Marcus Garvey

Marcus Garvey was a Black nationalist whose ideas were at the peak of their popularity in the late 1910s/early 1920s. While the movement that he led consisted of a cross-class alliance of urban Black people, his ideas were fundamentally petty bourgeois, pro-entrepreneurial, individualist stuff that rejected the politics of solidarity or radically transforming society for the better.

He was born in Jamaica in 1887 to a middle class family, and spent his young adult years travelling. While in England, he encountered Pan-Africanism, which he took to. The Pan-Africanism of this era was heavily influenced by colonialism, seeing that as essentially fundamental to “civilising” African people, and seeing themselves (as Black people in the New World) as already “civilised” and therefore ideal for becoming the new rulers of Africa. In fact, Garvey took this a step further and believed the majority of Black people in Jamaica weren’t “civilised” enough, either; a large part of his project was about “uplifting” Black people by teaching them to be more Western and capitalist.

Garvey went to the US in 1916, and quickly decided that this was the country where his ideas were most likely to catch on. In the late 1910s, there were a few things going on politically – liberals like W.E.B. Du Bois were encouraging Black people to shut up and just fight valiantly in the First World War to prove they “deserved” more rights (which did not work, and led to disappointment); the WW1-era labour shortage ended, meaning that Black people got pushed out of the “better” jobs they’d been able to get access to during the war and the racist mainstream union movement refused to admit them; and there were race riots in cities like St Louis. Garvey adapted his rhetoric to focus more on confrontation with white people, which resonated in an environment where non-violent political avenues seemed closed off, and grew massively in popularity. C.L.R. James criticised Garvey’s platform as “pitiable rubbish”, but recognised that his power lay in channelling and expressing the legitimate frustrations Black people were experiencing.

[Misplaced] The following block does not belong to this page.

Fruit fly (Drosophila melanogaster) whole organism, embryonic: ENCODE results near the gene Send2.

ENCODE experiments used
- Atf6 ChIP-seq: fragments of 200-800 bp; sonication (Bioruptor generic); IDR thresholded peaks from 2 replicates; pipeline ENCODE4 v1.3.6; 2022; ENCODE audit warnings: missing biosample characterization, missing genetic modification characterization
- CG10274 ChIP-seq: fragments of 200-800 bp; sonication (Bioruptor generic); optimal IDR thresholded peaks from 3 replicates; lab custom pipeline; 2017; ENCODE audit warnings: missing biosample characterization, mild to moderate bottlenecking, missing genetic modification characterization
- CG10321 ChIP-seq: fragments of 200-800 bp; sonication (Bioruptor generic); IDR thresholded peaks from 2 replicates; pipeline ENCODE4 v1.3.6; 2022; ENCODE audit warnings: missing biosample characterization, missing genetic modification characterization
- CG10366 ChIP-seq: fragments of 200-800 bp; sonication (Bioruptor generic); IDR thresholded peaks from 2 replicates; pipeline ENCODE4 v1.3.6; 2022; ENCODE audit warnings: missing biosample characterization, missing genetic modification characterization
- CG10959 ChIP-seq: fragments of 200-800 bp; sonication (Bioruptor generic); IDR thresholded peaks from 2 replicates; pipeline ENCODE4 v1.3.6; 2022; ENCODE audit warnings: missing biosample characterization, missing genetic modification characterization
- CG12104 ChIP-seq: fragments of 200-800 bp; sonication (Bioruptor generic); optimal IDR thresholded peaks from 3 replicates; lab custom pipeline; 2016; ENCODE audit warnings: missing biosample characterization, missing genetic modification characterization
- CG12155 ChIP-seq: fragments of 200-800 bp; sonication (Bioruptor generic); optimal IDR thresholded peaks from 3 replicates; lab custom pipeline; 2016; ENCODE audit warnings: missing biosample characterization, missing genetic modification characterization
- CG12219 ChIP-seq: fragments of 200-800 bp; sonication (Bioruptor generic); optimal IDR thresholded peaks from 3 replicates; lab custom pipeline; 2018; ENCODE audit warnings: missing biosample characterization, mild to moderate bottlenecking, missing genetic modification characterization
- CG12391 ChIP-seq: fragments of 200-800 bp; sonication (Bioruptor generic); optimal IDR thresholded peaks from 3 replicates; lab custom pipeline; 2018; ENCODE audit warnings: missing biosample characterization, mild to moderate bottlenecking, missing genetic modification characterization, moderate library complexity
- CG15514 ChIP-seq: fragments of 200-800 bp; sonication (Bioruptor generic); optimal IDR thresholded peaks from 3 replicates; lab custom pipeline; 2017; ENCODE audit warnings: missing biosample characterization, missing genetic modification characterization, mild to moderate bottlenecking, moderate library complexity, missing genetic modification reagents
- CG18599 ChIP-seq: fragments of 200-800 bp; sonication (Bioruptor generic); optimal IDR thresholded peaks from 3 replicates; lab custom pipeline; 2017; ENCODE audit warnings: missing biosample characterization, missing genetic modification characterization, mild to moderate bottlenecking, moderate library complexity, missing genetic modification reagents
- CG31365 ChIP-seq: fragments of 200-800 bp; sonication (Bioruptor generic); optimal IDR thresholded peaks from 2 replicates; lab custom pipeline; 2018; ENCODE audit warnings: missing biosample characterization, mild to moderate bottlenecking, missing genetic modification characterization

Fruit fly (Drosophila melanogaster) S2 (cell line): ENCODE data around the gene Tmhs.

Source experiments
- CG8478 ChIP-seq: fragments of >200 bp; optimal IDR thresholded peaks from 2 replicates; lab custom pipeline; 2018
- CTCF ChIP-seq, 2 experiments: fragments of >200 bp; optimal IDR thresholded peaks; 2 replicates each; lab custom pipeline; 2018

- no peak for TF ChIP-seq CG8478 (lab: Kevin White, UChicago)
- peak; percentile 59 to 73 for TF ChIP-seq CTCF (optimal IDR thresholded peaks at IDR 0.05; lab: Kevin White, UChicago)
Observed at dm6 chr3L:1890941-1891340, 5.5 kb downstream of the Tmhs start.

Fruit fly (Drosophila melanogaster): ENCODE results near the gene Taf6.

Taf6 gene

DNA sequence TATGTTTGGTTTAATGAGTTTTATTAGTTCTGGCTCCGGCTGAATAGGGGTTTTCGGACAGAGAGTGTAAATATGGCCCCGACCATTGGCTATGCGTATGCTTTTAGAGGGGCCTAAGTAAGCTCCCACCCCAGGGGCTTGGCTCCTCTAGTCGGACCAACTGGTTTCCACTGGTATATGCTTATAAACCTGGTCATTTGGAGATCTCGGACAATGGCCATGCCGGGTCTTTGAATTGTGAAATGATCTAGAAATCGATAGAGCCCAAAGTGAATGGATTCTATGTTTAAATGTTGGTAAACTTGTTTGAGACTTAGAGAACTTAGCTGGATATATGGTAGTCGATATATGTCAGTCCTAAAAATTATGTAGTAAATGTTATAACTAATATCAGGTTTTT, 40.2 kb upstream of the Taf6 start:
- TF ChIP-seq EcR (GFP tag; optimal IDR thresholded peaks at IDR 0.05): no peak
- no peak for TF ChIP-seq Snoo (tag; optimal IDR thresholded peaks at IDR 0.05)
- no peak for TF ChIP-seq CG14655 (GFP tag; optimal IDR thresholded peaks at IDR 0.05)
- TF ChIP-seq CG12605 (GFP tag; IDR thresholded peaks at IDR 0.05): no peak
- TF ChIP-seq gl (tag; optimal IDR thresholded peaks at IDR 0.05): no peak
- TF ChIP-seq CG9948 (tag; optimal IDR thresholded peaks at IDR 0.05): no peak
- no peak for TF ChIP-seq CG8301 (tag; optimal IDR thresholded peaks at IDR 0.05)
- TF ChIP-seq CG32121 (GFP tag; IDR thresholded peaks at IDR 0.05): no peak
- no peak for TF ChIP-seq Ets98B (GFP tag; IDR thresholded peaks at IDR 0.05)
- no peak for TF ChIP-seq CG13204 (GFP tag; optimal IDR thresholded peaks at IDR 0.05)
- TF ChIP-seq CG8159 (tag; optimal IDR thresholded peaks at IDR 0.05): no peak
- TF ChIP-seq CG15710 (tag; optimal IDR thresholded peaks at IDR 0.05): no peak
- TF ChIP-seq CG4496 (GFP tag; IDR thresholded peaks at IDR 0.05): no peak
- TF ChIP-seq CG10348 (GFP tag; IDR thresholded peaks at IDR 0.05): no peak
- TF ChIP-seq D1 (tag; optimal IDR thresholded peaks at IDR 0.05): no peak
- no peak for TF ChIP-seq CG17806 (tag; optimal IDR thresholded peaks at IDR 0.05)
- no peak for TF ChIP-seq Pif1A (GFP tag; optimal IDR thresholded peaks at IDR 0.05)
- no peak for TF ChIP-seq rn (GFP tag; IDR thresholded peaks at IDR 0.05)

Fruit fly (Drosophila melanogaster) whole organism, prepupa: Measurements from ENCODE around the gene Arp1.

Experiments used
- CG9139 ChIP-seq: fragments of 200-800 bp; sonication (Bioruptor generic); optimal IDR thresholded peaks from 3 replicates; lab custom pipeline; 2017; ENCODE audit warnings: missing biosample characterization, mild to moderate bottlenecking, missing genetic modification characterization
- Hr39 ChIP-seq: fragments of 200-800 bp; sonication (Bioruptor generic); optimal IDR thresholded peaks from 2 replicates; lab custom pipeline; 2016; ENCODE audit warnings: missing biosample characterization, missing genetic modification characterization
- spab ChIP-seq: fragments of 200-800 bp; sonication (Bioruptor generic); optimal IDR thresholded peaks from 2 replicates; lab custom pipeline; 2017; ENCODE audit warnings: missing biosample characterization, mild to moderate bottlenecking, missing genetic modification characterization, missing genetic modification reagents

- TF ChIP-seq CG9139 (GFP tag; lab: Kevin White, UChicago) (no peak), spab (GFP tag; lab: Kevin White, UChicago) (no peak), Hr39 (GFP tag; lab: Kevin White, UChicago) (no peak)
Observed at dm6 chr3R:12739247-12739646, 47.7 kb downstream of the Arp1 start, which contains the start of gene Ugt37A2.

Garvey decided to found a steamboat company, the Black Star Line, which would operate Black-run trade routes between the US and the West Indies. To do this, he needed to raise significant cash, which he did largely by taking donations from well-paid Black workers in the industrial cities of the American northeast and midwest. As such, while the core of his movement was utterly petit bourgeois, he was required to engage in populist rhetoric in order to stay popular with Black workers, who because of their numbers were necessary to keep his whole enterprise afloat. Nonetheless, Garvey was extremely anti-trade unions (on principle, not merely anti-the racist ones) and anti-collective organising, proclaiming that Black people should be happy to work for lower pay than whites until they’d built up the capital to become small business owners.

His organisation, UNIA, met in August 1920; at this time they proclaimed Garvey the Provisional President of Africa (obviously without asking anyone in Africa, lol) and also set forth a Declaration of Negro Rights, which in many ways was pretty similar to what other civil rights organisations like the NAACP were putting forth at the time. His Black Star Line also owned three ships, albeit ones in poor shape which were about to become huge money pits. Anyway, this was the peak of his popularity.

Shit started to collapse pretty fast after that. Workers of the Black Star Line were poorly treated, often paid in company scrip instead of in money, and anyone who questioned Garvey’s leadership (including ship captains) was sacked. Because of Garvey’s focus on individual advancement, the organisation of the UNIA was poor and people drifted apart quickly once they started getting disillusioned. Then it came out that Garvey had been doing backroom deals with the Ku Klux Klan in the South, which pissed off a lot of Black people, naturally. Civil rights groups started campaigning against Garvey, even calling on him to be deported back to Jamaica. In 1922 the FBI arrested him for “mail fraud”; after a five-year prison sentence he was, indeed, deported back to Jamaica.

He attempted to keep organising in the West Indies, but with limited success. The Caribbean working class was becoming increasingly militant and aware of its own power, organising readily into trade unions; Garvey went around trying to organise against the unionised workers, which pissed people off. The head of the UNIA in Trinidad outright told him he wasn’t welcome there any more. He returned to the UK in 1935, and kept trying to give speeches and shit but didn’t make much headway, and ultimately died in 1940.

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